Adirondack landowners deliberate over state climate law
By Gwendolyn Craig
Landowners with some of the largest inholdings in the Adirondack Park are concerned the state’s climate laws disregard their rural, sometimes off-grid camps, or the forest preserve surrounding them.
The Adirondack Landowners Association’s (ALA) members collectively own over 200,000 acres in the park, a 6-million-acre patchwork of private and public lands. About 2.7 million acres are constitutionally protected forest preserve where transmission lines, substations or other infrastructure may not be built without a constitutional amendment. Amendments are difficult to accomplish.
In 2019, lawmakers passed the Climate Leadership and Community Protection Act, which requires the state to reduce its greenhouse gas emissions by 40% by 2030 and no less than 85% by 2050.
To help reach those goals, Gov. Kathy Hochul announced a statewide ban of natural gas hookups in new buildings seven stories and under starting in 2026. The ban was part of the state budget deal and alarmed park landowners, whose camps are off-grid and run on fuels such as propane. Some are connected to the grid, but they lose power and often for days. Fossil fuel-powered generators are backups. Others are already running camps on solar and hydro power, but rely at times on fossil fuels. The ban applying to new construction could make future camp buildings a challenge.
James Gardner, of the Adirondack League Club in Old Forge, said there is a “tremendous disconnect” between downstate and upstate New York. He pointed to the deadly Buffalo storm in December that dumped over 50 inches of snow and how some needed their gas stoves to stay warm. Winter is a way of life in the Adirondacks, he added.
“The expectation that in 10 years we’re going to have better technology, frankly, is cold comfort,” Gardner said.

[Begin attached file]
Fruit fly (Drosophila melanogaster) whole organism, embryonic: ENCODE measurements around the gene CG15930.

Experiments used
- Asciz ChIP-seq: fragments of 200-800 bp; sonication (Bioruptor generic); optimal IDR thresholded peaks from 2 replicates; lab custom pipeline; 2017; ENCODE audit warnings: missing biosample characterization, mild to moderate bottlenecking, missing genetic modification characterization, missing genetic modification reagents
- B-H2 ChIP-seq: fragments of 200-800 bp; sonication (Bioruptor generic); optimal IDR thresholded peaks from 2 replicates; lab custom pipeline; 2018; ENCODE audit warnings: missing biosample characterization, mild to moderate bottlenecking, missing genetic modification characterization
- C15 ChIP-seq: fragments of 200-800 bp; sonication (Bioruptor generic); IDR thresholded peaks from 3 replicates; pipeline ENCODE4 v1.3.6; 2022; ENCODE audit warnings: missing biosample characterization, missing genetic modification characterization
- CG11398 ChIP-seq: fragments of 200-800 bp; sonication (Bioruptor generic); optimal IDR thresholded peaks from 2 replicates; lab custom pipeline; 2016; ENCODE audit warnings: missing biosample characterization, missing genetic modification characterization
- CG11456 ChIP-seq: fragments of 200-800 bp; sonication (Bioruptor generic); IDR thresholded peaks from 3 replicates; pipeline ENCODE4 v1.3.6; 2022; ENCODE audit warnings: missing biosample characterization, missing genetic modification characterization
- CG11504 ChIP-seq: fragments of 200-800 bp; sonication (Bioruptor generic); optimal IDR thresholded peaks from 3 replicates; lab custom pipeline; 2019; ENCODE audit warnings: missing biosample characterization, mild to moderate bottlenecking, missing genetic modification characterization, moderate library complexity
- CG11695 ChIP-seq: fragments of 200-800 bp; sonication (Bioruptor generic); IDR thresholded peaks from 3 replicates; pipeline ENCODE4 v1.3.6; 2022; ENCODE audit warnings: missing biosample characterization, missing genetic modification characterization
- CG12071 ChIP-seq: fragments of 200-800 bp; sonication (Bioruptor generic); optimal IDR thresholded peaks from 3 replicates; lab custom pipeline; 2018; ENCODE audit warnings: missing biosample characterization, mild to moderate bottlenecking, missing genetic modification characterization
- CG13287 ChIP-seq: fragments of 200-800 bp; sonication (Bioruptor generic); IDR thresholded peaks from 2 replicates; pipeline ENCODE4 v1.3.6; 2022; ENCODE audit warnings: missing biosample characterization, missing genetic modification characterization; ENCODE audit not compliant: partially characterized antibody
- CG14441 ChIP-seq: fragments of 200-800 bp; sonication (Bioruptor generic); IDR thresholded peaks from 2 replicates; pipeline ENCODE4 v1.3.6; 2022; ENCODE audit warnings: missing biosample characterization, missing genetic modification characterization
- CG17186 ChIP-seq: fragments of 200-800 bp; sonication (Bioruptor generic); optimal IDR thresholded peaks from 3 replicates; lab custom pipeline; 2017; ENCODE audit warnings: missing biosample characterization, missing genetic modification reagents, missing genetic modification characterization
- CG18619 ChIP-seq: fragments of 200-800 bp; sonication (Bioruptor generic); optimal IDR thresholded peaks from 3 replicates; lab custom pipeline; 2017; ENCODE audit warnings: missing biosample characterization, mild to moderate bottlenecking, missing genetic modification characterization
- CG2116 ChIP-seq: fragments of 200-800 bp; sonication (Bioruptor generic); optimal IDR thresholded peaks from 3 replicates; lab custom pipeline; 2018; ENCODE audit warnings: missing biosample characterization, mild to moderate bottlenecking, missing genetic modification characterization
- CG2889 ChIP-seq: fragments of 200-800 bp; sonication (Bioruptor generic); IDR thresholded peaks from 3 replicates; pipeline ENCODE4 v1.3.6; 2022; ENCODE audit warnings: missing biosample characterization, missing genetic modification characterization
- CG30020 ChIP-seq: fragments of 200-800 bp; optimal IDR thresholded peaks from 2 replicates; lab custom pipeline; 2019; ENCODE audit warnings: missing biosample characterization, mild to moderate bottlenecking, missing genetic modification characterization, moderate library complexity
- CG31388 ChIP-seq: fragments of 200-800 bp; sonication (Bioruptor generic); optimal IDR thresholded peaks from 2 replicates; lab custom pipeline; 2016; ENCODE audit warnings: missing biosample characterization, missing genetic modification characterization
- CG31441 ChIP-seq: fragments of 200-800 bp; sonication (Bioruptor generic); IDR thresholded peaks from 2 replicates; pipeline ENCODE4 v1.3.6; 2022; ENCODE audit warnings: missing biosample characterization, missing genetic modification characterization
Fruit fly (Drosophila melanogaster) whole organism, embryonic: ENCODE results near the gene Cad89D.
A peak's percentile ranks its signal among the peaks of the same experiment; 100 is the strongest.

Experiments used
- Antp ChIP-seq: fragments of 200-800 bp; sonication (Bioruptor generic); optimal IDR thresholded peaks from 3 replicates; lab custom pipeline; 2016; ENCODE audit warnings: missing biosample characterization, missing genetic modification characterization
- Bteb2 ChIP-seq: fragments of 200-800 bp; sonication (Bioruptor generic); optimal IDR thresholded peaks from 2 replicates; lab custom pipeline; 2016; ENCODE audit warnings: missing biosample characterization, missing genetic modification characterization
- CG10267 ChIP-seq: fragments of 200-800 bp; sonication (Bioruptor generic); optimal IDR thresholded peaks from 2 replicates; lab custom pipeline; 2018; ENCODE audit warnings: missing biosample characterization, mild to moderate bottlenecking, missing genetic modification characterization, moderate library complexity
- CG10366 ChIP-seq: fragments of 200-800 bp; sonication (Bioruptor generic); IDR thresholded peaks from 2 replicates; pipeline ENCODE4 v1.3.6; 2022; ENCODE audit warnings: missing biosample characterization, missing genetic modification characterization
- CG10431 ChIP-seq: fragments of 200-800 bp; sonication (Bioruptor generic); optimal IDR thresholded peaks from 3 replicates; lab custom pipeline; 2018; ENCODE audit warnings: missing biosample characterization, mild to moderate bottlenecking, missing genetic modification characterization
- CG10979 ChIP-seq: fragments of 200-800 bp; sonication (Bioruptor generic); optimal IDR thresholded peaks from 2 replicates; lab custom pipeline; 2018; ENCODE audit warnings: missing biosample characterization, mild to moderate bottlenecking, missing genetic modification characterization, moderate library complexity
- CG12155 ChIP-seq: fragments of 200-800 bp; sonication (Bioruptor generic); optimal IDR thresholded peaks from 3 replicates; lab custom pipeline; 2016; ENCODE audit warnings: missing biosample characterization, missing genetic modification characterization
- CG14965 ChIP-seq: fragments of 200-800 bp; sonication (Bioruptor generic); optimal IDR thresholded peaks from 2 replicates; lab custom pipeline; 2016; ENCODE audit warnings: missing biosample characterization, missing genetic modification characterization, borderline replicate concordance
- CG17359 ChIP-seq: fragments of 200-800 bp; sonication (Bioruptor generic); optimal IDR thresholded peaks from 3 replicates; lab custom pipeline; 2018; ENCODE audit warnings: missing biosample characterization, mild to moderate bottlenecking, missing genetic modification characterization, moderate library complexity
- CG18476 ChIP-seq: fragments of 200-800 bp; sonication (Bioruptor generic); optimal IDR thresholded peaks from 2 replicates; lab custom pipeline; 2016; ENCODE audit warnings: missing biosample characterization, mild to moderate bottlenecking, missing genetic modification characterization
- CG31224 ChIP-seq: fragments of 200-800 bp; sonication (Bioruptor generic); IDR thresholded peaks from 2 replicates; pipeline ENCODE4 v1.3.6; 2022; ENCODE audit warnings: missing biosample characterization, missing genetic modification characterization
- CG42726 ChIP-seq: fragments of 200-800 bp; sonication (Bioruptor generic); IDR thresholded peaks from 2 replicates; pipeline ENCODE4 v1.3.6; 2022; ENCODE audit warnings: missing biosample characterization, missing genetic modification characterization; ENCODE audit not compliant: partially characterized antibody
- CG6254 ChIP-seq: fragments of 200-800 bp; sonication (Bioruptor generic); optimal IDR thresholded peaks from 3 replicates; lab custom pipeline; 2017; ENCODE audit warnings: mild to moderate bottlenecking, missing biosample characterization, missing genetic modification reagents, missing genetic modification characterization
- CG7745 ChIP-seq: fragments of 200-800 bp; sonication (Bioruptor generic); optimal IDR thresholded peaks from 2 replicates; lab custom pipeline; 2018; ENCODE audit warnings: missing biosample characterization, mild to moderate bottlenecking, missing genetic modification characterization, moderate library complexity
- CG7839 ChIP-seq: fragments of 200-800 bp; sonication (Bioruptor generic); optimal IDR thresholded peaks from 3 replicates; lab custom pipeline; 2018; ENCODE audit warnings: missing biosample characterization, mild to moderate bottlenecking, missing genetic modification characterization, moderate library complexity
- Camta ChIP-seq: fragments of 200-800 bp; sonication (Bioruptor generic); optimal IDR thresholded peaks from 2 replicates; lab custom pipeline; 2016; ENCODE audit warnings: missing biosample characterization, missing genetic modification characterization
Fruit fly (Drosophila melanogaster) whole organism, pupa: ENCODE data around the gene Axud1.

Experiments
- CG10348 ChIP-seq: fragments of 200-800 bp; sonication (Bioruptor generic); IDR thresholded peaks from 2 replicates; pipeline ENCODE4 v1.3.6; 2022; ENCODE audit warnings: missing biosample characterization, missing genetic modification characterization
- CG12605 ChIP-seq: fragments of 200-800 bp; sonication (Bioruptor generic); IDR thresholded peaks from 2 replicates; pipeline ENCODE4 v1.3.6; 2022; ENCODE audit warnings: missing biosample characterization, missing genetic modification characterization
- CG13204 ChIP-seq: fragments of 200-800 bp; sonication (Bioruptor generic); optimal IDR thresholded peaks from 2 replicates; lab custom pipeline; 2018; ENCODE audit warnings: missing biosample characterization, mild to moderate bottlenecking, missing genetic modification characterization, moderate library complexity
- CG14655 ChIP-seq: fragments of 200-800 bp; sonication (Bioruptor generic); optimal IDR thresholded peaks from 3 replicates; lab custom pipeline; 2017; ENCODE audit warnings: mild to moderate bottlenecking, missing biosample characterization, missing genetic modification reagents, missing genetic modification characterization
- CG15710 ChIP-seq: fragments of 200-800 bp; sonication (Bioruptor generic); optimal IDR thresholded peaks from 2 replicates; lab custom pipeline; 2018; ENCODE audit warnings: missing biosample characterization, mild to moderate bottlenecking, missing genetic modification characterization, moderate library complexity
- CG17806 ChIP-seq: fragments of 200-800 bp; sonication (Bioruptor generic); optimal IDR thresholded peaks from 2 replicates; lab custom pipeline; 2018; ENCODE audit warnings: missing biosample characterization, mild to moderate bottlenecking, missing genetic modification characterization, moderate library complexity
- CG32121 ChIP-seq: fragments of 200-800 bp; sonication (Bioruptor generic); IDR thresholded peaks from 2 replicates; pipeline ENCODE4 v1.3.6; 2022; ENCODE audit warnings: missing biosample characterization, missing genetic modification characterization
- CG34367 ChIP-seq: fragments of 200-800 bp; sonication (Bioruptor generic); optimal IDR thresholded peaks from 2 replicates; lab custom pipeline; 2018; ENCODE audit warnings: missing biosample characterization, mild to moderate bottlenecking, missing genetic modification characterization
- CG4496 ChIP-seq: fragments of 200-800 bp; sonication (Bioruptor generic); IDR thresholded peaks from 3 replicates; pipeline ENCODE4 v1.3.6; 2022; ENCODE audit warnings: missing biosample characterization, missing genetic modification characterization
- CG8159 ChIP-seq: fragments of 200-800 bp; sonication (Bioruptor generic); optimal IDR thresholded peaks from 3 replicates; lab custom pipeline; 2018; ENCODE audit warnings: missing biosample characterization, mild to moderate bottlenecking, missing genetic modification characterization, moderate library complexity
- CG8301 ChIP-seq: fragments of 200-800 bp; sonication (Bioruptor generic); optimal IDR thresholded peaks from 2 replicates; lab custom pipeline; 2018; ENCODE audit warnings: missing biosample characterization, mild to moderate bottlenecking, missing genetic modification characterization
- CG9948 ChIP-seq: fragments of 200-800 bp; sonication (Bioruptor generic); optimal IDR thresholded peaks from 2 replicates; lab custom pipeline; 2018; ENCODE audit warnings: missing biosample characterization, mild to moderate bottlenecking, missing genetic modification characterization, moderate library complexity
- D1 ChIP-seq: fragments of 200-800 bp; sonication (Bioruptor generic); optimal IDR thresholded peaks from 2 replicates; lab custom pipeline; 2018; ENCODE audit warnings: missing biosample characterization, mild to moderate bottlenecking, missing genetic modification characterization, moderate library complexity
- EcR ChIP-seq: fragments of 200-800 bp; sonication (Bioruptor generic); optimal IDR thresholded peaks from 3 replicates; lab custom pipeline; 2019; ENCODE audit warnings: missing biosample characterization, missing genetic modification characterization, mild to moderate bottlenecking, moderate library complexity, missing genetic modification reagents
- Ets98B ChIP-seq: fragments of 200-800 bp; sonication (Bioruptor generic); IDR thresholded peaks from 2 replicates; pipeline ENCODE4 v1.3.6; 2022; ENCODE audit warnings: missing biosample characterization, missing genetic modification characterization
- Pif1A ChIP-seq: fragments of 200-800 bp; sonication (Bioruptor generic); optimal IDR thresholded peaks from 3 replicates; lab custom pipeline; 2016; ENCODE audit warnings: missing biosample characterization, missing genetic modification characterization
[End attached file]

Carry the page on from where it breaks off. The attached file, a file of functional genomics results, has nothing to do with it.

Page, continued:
Erin Griffin, of the Adirondack North Country Association’s Clean Energy Hub, said many residents feel like they’re trying to fit a square peg in a round hole.
“I want to acknowledge there aren’t going to be perfect solutions right now,” Griffin told a group of ALA members convened on Saturday in Blue Mountain Lake. “Existing conditions are not adequate, I don’t disagree.”
ALA members held a meeting with presentations from ANCA, the state Department of Environmental Conservation, the New York State Energy Research Development Authority, the Empire State Forest Products Association and High Peaks Solar to brainstorm renewable energy transitions.
Sameer Ranade, a climate justice advisor for NYSERDA, assured the state was not banning propane and was experimenting with cleaner liquid fuels.
John Bartow, executive director of the Empire Forest Products Association, said NYSERDA is ramping up work with its innovation team to experiment with new ways to get power. He did not think, however, that lawmakers had park residents in mind with the pace of some of the climate legislation.
Ranade also spoke of the beginnings of a state Cap-and-Invest Program. The program will require large-scale greenhouse gas emitters to purchase allowances for their pollution. The state would put about 30% of those proceeds into a Climate Action Fund to mitigate decarbonization costs for state residents.
Kevin Bailey, of High Peaks Solar, said he has installed a number of off-grid systems in Vermont. The cost of solar panels has come down significantly, he said. He has seen individual systems use a combination of solar panels, small wind turbines and wood pellet stoves or heat pumps. Heat pumps can both heat and cool a home by transferring outside air indoors. Although they require electricity, they generate more energy than they use.
Some park landowners are already experimenting with a suite of renewable energy sources and shared their experiences, which have been mixed. Nathan Potter, of Brandreth Park Association in Long Lake, has a heat pump installed in his camp. It generally works well, he said, but some days it does not keep the house warm enough on its own. Many camp owners rely on wood stoves for heat.
Griffin said “the most affordable and cleanest energy is the energy we don’t use,” and suggested upgrades that better insulate existing buildings.
Jim Townsend, counsel for the ALA, said the discussions were productive and that his group and the state share a common goal of finding solutions. Wilbur Rice, of the Adirondack League Club and president of the ALA, said he no longer feared the energy transition, after learning more from the panelists and ALA colleagues.
“I think it’s going to be extremely difficult, but I think a lot of smart people are trying to work on it,” he said.
Adirondack policy, in plain speak.
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